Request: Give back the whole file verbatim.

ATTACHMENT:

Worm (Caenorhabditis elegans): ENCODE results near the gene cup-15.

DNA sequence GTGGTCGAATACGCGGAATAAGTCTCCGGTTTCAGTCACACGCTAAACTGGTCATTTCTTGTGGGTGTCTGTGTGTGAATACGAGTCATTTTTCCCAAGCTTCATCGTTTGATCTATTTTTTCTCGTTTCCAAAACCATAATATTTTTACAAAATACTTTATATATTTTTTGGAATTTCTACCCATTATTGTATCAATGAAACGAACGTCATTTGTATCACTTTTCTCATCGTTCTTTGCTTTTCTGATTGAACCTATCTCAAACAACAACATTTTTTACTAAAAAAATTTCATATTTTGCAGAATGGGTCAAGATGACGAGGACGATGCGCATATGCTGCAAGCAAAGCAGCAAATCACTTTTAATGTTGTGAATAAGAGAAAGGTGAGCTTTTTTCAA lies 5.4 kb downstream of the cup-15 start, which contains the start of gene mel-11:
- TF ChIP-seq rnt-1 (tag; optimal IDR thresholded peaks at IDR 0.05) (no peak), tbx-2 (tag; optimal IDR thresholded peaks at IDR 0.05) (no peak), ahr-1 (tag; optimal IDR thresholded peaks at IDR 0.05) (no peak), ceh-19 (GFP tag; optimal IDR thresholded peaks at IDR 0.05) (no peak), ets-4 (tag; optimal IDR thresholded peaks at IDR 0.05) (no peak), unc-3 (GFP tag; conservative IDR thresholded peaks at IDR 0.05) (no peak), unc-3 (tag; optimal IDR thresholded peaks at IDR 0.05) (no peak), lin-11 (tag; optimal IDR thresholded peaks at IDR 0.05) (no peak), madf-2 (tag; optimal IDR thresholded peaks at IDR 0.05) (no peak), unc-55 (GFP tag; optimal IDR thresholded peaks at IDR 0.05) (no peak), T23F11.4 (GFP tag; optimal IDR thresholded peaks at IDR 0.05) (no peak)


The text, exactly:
Worm (Caenorhabditis elegans): ENCODE results near the gene cup-15.

DNA sequence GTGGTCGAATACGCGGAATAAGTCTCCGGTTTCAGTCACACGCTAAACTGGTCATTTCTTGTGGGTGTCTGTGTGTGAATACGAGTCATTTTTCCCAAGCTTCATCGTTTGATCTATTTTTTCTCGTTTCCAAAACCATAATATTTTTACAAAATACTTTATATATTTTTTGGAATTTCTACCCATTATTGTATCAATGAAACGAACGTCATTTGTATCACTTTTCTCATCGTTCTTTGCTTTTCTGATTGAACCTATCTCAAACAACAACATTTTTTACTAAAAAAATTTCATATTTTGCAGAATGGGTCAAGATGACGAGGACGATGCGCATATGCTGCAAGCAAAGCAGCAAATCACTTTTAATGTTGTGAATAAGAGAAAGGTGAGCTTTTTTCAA lies 5.4 kb downstream of the cup-15 start, which contains the start of gene mel-11:
- TF ChIP-seq rnt-1 (tag; optimal IDR thresholded peaks at IDR 0.05) (no peak), tbx-2 (tag; optimal IDR thresholded peaks at IDR 0.05) (no peak), ahr-1 (tag; optimal IDR thresholded peaks at IDR 0.05) (no peak), ceh-19 (GFP tag; optimal IDR thresholded peaks at IDR 0.05) (no peak), ets-4 (tag; optimal IDR thresholded peaks at IDR 0.05) (no peak), unc-3 (GFP tag; conservative IDR thresholded peaks at IDR 0.05) (no peak), unc-3 (tag; optimal IDR thresholded peaks at IDR 0.05) (no peak), lin-11 (tag; optimal IDR thresholded peaks at IDR 0.05) (no peak), madf-2 (tag; optimal IDR thresholded peaks at IDR 0.05) (no peak), unc-55 (GFP tag; optimal IDR thresholded peaks at IDR 0.05) (no peak), T23F11.4 (GFP tag; optimal IDR thresholded peaks at IDR 0.05) (no peak)